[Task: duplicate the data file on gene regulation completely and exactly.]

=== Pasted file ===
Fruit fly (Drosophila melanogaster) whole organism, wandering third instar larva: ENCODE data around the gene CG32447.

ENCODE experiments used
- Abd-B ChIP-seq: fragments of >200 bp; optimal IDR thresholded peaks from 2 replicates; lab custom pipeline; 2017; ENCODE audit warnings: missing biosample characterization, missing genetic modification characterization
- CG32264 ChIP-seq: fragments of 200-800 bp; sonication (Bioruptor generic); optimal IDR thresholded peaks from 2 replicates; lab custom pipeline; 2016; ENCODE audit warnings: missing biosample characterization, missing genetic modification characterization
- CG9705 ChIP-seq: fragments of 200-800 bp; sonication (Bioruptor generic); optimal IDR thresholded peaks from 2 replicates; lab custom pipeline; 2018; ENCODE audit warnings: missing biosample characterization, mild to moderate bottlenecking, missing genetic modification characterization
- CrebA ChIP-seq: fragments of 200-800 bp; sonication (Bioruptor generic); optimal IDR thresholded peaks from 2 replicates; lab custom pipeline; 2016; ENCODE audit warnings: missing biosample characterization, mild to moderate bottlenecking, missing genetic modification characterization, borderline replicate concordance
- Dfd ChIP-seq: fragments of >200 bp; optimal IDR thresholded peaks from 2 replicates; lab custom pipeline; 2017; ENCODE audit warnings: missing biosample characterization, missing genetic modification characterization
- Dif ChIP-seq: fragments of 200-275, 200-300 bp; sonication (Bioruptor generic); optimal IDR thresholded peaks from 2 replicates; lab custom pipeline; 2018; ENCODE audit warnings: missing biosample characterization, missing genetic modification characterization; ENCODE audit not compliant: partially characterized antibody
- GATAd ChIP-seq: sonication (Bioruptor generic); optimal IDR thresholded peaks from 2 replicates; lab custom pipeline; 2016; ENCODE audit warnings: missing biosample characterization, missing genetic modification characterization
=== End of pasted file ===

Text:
Fruit fly (Drosophila melanogaster) whole organism, wandering third instar larva: ENCODE data around the gene CG32447.

ENCODE experiments used
- Abd-B ChIP-seq: fragments of >200 bp; optimal IDR thresholded peaks from 2 replicates; lab custom pipeline; 2017; ENCODE audit warnings: missing biosample characterization, missing genetic modification characterization
- CG32264 ChIP-seq: fragments of 200-800 bp; sonication (Bioruptor generic); optimal IDR thresholded peaks from 2 replicates; lab custom pipeline; 2016; ENCODE audit warnings: missing biosample characterization, missing genetic modification characterization
- CG9705 ChIP-seq: fragments of 200-800 bp; sonication (Bioruptor generic); optimal IDR thresholded peaks from 2 replicates; lab custom pipeline; 2018; ENCODE audit warnings: missing biosample characterization, mild to moderate bottlenecking, missing genetic modification characterization
- CrebA ChIP-seq: fragments of 200-800 bp; sonication (Bioruptor generic); optimal IDR thresholded peaks from 2 replicates; lab custom pipeline; 2016; ENCODE audit warnings: missing biosample characterization, mild to moderate bottlenecking, missing genetic modification characterization, borderline replicate concordance
- Dfd ChIP-seq: fragments of >200 bp; optimal IDR thresholded peaks from 2 replicates; lab custom pipeline; 2017; ENCODE audit warnings: missing biosample characterization, missing genetic modification characterization
- Dif ChIP-seq: fragments of 200-275, 200-300 bp; sonication (Bioruptor generic); optimal IDR thresholded peaks from 2 replicates; lab custom pipeline; 2018; ENCODE audit warnings: missing biosample characterization, missing genetic modification characterization; ENCODE audit not compliant: partially characterized antibody
- GATAd ChIP-seq: sonication (Bioruptor generic); optimal IDR thresholded peaks from 2 replicates; lab custom pipeline; 2016; ENCODE audit warnings: missing biosample characterization, missing genetic modification characterization